The Wrap Up: Minnesota Vikings

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Eric Davis spent 13 years in the NFL as a cornerback. He's now in his second season as part of the 49ers broadcast team. After every 49ers game Davis will breakdown the game in his "Wrap Up" column. Here's Davis' third column of the 2009 regular season recapping the 49ers loss to the Minnesota Vikings.**As a former defensive back, I often find myself saying, "Just knock the ball down!" whenever I see a Hail Mary to win a game. I found myself doing that again after the 49ers first loss of the season.

It was a tough way for the 49ers to lose; the secondary has to make that play at the end of the game. But, it's tough to make those plays with the game on the line. As a defensive back you want to make the quarterback make a perfect throw and the receiver make a perfect catch to beat you. From a secondary standpoint, that's what you try and do on each and every play.

On the back end, all the X's and O's don't move on paper. When the game is going on, you have to put yourself in the right position to make a play. On Favre's late-game touchdown – that's tough. He made a perfect throw and the 49ers just couldn't get it done.

Favre has thrown some balls throughout his career that are just incredible. If he hasn't beaten you at the end of game with a throw like that, you just haven't played against him enough!

He has the confidence to take that one extra shot down the field. It's the same thing that makes him great can make him look horrible at times. But he'll be out next week doing that again and that's something you have to prepare for when you play Favre. It's not a surprise that he was able to find Greg Lewis in the back of the end zone. You just hate that he made it against the 49ers to win the game.

I agree with Coach Singletary when he says there are no such things as moral victories. There certainly are none for football players. Football is black and white. There is no gray in football. You either make the play or you don't. You win the game or you lose. It's really simple.

When the players are graded on each play, there's no curve. Every play is graded with a plus or a minus, because it's either right or wrong. But as far at the way the 49ers are playing, everything is looking positive. They're a good football team. I think everyone should be please with the progress they are making as individual players, as units and as a team. That's a positive.

They're 2-1, leading the NFC West and they're playing the best football of any team in their division. Again, that's another positive. Looking for respect for more teams around the league is really not important. What should be important is that the 49ers should understand that they're playing good football. And, they haven't reached their peak.

The 49ers have the ability to go farther, play better and get more cohesive. That can only help them win more ballgames.

But it won't be easy now that Frank Gore is out the next three weeks with an ankle injury. Losing him will be tough, but it means that other guys on offense have to step up.

For the offense to be successful, that was going to have to happen anyway. Usually teams can take any one player out of a game and going forward teams won't be able to do that with Gore. You saw the 49ers do that with Adrian Peterson. It can be done. You can take any player out of the game no matter how great he is, as long as you have the right scheme.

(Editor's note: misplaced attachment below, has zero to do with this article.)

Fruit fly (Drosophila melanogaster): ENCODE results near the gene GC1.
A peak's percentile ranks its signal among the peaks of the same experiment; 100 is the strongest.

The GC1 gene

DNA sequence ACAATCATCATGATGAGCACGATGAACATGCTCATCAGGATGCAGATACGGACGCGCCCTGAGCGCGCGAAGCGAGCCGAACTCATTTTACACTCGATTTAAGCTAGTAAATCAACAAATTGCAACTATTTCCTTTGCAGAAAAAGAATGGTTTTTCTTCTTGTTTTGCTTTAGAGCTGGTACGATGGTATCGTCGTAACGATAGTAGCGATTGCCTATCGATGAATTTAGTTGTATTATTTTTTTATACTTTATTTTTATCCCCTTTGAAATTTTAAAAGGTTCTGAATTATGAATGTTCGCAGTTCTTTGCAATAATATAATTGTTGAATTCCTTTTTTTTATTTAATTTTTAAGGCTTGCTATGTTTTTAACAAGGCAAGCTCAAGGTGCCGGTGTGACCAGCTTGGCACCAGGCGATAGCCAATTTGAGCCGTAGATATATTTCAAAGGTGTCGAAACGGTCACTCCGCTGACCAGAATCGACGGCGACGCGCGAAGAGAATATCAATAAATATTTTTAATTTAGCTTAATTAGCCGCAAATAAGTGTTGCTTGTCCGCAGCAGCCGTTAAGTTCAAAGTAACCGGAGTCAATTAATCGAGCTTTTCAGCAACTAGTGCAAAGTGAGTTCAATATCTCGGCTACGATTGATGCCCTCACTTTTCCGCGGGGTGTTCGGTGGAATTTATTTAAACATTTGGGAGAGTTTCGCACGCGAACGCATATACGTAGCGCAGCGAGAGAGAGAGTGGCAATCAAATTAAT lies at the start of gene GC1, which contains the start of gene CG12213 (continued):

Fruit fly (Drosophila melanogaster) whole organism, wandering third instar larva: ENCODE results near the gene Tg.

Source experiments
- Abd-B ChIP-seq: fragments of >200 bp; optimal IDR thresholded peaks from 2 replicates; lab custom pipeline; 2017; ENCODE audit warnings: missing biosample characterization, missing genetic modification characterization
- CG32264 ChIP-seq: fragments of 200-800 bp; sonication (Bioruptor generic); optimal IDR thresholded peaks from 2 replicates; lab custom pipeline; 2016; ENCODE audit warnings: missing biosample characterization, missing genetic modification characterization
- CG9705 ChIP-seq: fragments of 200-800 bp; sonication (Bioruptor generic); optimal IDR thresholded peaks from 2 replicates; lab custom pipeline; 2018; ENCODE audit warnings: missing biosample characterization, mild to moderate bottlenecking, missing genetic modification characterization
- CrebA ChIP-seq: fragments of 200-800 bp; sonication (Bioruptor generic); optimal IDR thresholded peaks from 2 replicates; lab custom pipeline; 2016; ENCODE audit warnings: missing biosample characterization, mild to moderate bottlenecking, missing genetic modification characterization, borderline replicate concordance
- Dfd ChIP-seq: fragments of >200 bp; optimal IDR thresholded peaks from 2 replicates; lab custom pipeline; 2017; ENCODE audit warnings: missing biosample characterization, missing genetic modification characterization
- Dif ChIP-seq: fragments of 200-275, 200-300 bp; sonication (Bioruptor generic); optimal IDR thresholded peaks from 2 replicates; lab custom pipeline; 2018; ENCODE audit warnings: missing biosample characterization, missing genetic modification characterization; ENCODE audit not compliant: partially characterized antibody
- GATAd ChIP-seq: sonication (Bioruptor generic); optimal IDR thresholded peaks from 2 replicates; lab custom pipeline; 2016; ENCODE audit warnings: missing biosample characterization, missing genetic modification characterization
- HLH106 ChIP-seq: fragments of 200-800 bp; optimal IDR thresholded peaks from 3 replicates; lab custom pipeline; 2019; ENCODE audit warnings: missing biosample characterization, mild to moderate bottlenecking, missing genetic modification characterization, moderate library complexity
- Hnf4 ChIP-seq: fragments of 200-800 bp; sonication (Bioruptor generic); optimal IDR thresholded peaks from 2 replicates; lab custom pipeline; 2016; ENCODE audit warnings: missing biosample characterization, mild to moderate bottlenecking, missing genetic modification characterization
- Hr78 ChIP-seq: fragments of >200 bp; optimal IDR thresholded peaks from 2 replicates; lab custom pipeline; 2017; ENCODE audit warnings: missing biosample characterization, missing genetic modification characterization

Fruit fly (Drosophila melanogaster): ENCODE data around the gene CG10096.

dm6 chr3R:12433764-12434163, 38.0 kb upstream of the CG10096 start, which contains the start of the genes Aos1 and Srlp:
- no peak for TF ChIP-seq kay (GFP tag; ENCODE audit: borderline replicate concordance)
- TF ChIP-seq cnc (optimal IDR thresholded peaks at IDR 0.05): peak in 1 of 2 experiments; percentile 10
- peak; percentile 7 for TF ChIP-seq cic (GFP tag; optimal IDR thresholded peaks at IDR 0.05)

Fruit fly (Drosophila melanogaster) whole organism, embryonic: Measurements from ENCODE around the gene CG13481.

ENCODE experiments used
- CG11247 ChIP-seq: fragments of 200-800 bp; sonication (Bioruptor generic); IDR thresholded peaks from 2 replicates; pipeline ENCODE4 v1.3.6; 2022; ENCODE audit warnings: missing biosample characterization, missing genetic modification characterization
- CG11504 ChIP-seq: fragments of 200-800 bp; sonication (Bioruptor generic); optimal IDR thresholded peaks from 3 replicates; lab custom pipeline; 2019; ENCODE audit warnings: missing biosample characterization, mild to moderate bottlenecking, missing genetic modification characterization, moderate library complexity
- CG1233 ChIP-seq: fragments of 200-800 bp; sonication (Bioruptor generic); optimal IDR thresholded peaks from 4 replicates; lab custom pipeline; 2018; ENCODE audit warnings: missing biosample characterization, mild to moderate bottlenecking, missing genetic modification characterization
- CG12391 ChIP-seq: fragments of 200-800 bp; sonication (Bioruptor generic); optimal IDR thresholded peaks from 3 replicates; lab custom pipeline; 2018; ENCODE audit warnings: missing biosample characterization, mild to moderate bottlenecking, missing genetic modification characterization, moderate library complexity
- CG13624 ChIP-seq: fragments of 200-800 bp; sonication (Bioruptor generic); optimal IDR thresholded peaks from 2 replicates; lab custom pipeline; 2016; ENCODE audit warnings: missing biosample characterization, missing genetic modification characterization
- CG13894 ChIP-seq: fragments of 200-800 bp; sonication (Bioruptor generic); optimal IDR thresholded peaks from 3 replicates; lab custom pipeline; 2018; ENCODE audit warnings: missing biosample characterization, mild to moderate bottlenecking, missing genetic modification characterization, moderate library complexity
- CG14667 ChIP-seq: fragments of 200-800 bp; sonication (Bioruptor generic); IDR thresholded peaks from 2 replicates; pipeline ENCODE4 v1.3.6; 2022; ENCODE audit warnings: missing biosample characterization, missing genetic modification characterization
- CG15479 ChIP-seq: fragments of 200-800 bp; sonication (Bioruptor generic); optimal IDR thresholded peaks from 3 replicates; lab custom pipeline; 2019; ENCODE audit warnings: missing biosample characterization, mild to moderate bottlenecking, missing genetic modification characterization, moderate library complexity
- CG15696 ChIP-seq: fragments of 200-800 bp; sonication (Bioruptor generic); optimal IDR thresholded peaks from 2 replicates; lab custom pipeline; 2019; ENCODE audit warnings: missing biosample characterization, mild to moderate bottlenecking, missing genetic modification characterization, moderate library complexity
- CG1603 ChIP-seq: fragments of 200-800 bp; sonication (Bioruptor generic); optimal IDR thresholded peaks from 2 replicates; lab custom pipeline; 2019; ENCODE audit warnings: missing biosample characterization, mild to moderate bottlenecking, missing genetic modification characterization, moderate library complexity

With Gore out, other guys are going to have to step up. It gives more chances to touch the ball to Vernon Davis and the old man, Isaac Bruce, among others. It also gives Glen Coffee to get valuable reps and will allow him to grow as a player. Across the board, you name the player and it should help them. Josh Morgan, Arnaz Battle – all of these guys will have to step up and make plays.

Shaun Hill is going to have to take more of the load too and he's shown he's capable of doing that. He's driven the offense down for touchdowns when needed. He is showing he can put his team in position to win games.

Every player from the quarterback on down will have to step up and that includes offensive linemen as well. Everyone has to step up when you lose a key member of your team. The other guys have to pick up the slack and raise their game.

On the other side of the ball, time will tell how great the 49ers defensive unit will be. What they have done is show their ability to make plays. This defense has the ability to keep the team in a tough game. But what this defense has to do is learn how to close out games. There were opportunities in the last game that they didn't capitalize on. They have to do that going forward.

What happens on the offensive side of the ball has no bearing on what the defense does or should do. When you take the field as a defensive player, your job is to stop the guys from scoring. Period. It doesn't matter where they get the ball. Your job is to stop them from scoring, you don't concern yourself with the other things.
The defense will learn, when you have the opportunity to make an interception, you have to make the play. When you have an opportunity to get to the quarterback, you can't whiff on the sack. You have to understand what's happening and be prepared to finish. That's what this group has to do. They have the ability to do it and I expect them to do it.

The 49ers defense has a lot of play-makers. But they have to show it each and every time they step on the field if they want to win the games that people on the outside say they can't win.

If this defense can improve on finishing, they can turn into one of the 49ers great defensive units. Again, time will tell. As the season progresses, we'll see if the guys have learned how to finish in the big moments. If so, they'll become one of those great defensive teams.

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